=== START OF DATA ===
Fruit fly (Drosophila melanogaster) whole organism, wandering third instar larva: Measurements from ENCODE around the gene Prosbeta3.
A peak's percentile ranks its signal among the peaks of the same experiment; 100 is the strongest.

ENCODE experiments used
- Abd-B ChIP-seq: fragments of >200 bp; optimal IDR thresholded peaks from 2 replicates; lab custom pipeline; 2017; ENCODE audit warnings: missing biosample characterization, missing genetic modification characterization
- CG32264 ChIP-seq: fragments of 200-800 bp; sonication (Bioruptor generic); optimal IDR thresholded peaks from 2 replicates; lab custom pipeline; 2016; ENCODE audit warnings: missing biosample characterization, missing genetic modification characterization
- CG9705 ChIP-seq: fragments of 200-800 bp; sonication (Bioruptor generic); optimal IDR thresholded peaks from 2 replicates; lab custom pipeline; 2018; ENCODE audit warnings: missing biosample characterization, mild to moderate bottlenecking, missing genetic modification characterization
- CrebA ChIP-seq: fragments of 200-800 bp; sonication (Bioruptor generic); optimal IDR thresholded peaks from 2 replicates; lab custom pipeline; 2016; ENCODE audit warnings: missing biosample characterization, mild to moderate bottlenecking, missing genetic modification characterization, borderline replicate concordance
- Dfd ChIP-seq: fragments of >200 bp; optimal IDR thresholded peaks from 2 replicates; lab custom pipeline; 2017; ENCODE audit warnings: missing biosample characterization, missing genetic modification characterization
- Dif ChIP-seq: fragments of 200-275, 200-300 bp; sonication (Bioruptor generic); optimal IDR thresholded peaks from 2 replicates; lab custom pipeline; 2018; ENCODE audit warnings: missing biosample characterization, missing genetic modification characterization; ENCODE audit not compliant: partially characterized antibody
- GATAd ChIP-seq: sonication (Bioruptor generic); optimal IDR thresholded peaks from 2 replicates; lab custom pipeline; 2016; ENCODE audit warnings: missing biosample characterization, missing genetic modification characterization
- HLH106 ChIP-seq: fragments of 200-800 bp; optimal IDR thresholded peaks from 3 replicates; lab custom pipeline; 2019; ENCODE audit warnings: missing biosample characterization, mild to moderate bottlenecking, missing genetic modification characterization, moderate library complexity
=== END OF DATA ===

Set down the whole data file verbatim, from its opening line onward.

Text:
Fruit fly (Drosophila melanogaster) whole organism, wandering third instar larva: Measurements from ENCODE around the gene Prosbeta3.
A peak's percentile ranks its signal among the peaks of the same experiment; 100 is the strongest.

ENCODE experiments used
- Abd-B ChIP-seq: fragments of >200 bp; optimal IDR thresholded peaks from 2 replicates; lab custom pipeline; 2017; ENCODE audit warnings: missing biosample characterization, missing genetic modification characterization
- CG32264 ChIP-seq: fragments of 200-800 bp; sonication (Bioruptor generic); optimal IDR thresholded peaks from 2 replicates; lab custom pipeline; 2016; ENCODE audit warnings: missing biosample characterization, missing genetic modification characterization
- CG9705 ChIP-seq: fragments of 200-800 bp; sonication (Bioruptor generic); optimal IDR thresholded peaks from 2 replicates; lab custom pipeline; 2018; ENCODE audit warnings: missing biosample characterization, mild to moderate bottlenecking, missing genetic modification characterization
- CrebA ChIP-seq: fragments of 200-800 bp; sonication (Bioruptor generic); optimal IDR thresholded peaks from 2 replicates; lab custom pipeline; 2016; ENCODE audit warnings: missing biosample characterization, mild to moderate bottlenecking, missing genetic modification characterization, borderline replicate concordance
- Dfd ChIP-seq: fragments of >200 bp; optimal IDR thresholded peaks from 2 replicates; lab custom pipeline; 2017; ENCODE audit warnings: missing biosample characterization, missing genetic modification characterization
- Dif ChIP-seq: fragments of 200-275, 200-300 bp; sonication (Bioruptor generic); optimal IDR thresholded peaks from 2 replicates; lab custom pipeline; 2018; ENCODE audit warnings: missing biosample characterization, missing genetic modification characterization; ENCODE audit not compliant: partially characterized antibody
- GATAd ChIP-seq: sonication (Bioruptor generic); optimal IDR thresholded peaks from 2 replicates; lab custom pipeline; 2016; ENCODE audit warnings: missing biosample characterization, missing genetic modification characterization
- HLH106 ChIP-seq: fragments of 200-800 bp; optimal IDR thresholded peaks from 3 replicates; lab custom pipeline; 2019; ENCODE audit warnings: missing biosample characterization, mild to moderate bottlenecking, missing genetic modification characterization, moderate library complexity